The forerunner of Norah Jones and Brit-soul princess Joss Stone, Alicia Keys now has her place in history: She was the first in a wave of anti-teen-pop acts who were pointedly marketed as people who could sing and, in some cases, play and write songs. No choreographers or headset mics for them! The pitch was truthful and astute, perfectly attuned to growing skepticism toward the Britneys of the world. But the New Authentics also came across as suspicious of pop -- and its attendant fun -- and unintentionally raised a vital question: Where exactly is the dividing line between integrity and dullness?
Keys' first CD, 2001's ''Songs in A Minor,'' bobbed back and forth between these two qualities. For all her chops, the disc's supper-club hip-hop wasn't very exciting. As if recognizing the need to shake things up, ''The Diary of Alicia Keys'' kicks off with some of Keys' liveliest music. ''Karma'' sets her disgruntled romantic complaints to stormy violins and thumping beats; ''Heartburn,'' coproduced by Keys and Timbaland, eschews the latter's robot-aerobics rhythms for minimalist drums and a call-and-response disco chorus straight out of Studio 54. The braided one also ably remakes Gladys Knight's '70s hit ''If I Were Your Woman,'' albeit replacing ''were'' with ''was'' in a silly bid at boosting Keys' street cred.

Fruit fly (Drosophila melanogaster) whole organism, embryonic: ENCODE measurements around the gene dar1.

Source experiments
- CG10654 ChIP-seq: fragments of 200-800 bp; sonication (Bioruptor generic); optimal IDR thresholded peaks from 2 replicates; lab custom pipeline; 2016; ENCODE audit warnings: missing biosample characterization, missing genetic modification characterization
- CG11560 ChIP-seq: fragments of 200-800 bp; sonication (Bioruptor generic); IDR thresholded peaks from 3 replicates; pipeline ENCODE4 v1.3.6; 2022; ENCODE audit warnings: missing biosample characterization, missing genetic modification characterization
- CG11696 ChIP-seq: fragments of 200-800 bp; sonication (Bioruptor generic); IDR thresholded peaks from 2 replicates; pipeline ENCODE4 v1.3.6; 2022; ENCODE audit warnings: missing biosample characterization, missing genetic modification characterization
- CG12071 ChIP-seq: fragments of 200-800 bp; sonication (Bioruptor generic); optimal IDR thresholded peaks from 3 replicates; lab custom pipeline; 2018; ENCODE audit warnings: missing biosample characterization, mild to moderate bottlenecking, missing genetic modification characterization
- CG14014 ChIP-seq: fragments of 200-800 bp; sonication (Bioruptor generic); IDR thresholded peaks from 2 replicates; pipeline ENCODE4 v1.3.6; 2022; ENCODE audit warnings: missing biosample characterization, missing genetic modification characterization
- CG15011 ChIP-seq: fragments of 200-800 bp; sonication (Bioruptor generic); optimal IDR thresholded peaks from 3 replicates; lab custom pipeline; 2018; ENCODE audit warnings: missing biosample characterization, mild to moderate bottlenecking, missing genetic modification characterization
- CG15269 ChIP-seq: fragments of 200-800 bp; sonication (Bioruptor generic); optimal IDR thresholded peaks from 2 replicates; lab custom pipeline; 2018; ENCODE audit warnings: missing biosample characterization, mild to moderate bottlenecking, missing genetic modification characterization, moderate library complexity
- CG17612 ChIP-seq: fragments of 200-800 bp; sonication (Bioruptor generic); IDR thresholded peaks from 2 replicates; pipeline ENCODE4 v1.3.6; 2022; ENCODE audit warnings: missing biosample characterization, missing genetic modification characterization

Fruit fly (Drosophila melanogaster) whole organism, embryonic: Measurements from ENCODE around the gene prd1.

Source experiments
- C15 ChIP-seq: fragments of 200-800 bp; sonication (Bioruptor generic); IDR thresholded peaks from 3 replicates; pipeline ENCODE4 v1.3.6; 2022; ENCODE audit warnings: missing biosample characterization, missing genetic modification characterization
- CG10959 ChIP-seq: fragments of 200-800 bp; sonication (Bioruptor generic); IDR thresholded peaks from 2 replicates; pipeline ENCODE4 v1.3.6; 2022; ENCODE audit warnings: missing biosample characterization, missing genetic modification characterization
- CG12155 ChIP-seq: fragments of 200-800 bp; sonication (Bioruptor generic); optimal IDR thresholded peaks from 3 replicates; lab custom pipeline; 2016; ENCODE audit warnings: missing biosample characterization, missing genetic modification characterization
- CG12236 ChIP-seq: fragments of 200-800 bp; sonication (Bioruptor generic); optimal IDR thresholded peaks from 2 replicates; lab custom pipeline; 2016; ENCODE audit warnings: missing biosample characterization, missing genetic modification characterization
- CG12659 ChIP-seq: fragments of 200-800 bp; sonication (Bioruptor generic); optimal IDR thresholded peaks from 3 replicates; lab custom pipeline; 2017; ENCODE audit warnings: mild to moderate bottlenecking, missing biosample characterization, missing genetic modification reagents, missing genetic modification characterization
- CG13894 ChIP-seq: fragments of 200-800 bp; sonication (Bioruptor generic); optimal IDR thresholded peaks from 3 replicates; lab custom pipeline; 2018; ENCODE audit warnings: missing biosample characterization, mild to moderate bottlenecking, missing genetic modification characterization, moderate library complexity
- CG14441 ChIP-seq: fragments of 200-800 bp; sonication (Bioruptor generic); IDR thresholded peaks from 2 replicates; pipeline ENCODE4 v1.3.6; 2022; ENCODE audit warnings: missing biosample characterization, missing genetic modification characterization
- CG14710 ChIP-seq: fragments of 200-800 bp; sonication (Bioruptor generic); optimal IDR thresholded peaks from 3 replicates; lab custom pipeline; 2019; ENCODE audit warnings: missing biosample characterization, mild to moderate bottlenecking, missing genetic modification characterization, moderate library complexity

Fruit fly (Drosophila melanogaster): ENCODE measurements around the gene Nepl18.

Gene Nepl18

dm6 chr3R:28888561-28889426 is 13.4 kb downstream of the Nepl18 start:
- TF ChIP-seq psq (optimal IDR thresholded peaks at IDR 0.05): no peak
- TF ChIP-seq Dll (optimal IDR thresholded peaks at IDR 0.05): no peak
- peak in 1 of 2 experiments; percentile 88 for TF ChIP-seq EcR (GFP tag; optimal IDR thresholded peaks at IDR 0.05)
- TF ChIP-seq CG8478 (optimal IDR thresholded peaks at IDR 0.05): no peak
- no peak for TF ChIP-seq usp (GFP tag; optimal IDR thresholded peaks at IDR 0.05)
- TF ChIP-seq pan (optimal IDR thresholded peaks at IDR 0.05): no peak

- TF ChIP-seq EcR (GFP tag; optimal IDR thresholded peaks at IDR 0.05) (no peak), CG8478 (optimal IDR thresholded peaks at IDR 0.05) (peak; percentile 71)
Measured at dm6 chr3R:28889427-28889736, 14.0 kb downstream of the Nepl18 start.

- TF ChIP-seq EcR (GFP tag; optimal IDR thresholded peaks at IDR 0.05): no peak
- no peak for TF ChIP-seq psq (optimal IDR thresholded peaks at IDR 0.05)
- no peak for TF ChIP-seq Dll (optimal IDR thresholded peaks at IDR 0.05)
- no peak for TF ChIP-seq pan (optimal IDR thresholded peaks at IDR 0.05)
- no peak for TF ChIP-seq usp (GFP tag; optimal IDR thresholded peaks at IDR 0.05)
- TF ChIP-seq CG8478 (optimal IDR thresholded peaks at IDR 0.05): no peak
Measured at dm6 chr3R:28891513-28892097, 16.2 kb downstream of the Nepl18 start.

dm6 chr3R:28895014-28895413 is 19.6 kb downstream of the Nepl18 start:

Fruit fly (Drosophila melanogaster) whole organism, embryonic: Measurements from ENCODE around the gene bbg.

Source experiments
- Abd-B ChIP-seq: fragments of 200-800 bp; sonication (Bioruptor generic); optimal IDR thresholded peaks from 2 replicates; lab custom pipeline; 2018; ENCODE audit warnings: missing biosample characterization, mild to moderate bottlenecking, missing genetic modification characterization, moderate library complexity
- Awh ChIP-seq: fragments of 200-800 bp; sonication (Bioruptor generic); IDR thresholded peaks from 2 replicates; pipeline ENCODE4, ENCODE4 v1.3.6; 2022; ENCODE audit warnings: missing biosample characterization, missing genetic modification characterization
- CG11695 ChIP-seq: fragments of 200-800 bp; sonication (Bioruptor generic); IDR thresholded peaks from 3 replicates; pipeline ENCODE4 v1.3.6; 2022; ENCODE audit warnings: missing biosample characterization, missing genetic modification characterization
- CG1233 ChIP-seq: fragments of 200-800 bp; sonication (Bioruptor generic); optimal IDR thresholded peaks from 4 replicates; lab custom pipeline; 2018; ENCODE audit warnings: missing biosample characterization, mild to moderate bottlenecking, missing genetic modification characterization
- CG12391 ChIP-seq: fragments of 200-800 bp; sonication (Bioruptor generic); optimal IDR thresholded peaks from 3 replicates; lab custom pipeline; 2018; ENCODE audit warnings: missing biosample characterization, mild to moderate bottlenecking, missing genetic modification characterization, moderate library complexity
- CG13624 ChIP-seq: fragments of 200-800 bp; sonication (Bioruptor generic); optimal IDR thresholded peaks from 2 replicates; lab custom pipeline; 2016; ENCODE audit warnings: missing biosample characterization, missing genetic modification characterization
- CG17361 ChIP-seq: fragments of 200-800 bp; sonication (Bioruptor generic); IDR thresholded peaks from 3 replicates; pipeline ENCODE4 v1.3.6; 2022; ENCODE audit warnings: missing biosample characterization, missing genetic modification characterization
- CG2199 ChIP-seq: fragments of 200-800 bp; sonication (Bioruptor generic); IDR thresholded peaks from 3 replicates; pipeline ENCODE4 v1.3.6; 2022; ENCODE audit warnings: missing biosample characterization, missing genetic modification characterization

But like a jogger who quickly runs out of steam early in a run, Keys and her ''Diary'' soon begin to slow down. The album drifts into a narcotized semi-slumber of one earnest, samey retro-soul piano ballad after another. (The jarring exception is the sinewy ''Dragon Days,'' which recalls the coiled energy of vintage Bill Withers hits.) Given Keys' simmering voice and evident instrumental skills -- and the encouraging fact that she's showing off less in each area than she did on her debut -- the results are all the more frustrating. The album's first half is proof enough that tasteful doesn't have to mean inert.